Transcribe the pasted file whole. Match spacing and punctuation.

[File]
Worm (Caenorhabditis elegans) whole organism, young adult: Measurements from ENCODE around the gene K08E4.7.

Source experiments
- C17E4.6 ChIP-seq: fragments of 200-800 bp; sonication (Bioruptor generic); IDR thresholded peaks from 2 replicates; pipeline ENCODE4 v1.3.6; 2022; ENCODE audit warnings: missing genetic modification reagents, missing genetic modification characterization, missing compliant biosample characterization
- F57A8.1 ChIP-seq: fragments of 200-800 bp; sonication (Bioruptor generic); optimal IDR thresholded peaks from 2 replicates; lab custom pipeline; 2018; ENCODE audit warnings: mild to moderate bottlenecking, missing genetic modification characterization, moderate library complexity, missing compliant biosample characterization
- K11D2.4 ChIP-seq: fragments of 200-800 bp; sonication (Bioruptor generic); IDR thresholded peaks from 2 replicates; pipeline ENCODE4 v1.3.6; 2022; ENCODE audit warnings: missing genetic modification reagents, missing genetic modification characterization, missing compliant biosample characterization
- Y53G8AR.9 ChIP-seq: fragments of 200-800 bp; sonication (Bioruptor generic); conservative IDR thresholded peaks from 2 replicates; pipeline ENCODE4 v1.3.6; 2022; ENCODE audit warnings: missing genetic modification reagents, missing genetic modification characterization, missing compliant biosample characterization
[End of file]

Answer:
Worm (Caenorhabditis elegans) whole organism, young adult: Measurements from ENCODE around the gene K08E4.7.

Source experiments
- C17E4.6 ChIP-seq: fragments of 200-800 bp; sonication (Bioruptor generic); IDR thresholded peaks from 2 replicates; pipeline ENCODE4 v1.3.6; 2022; ENCODE audit warnings: missing genetic modification reagents, missing genetic modification characterization, missing compliant biosample characterization
- F57A8.1 ChIP-seq: fragments of 200-800 bp; sonication (Bioruptor generic); optimal IDR thresholded peaks from 2 replicates; lab custom pipeline; 2018; ENCODE audit warnings: mild to moderate bottlenecking, missing genetic modification characterization, moderate library complexity, missing compliant biosample characterization
- K11D2.4 ChIP-seq: fragments of 200-800 bp; sonication (Bioruptor generic); IDR thresholded peaks from 2 replicates; pipeline ENCODE4 v1.3.6; 2022; ENCODE audit warnings: missing genetic modification reagents, missing genetic modification characterization, missing compliant biosample characterization
- Y53G8AR.9 ChIP-seq: fragments of 200-800 bp; sonication (Bioruptor generic); conservative IDR thresholded peaks from 2 replicates; pipeline ENCODE4 v1.3.6; 2022; ENCODE audit warnings: missing genetic modification reagents, missing genetic modification characterization, missing compliant biosample characterization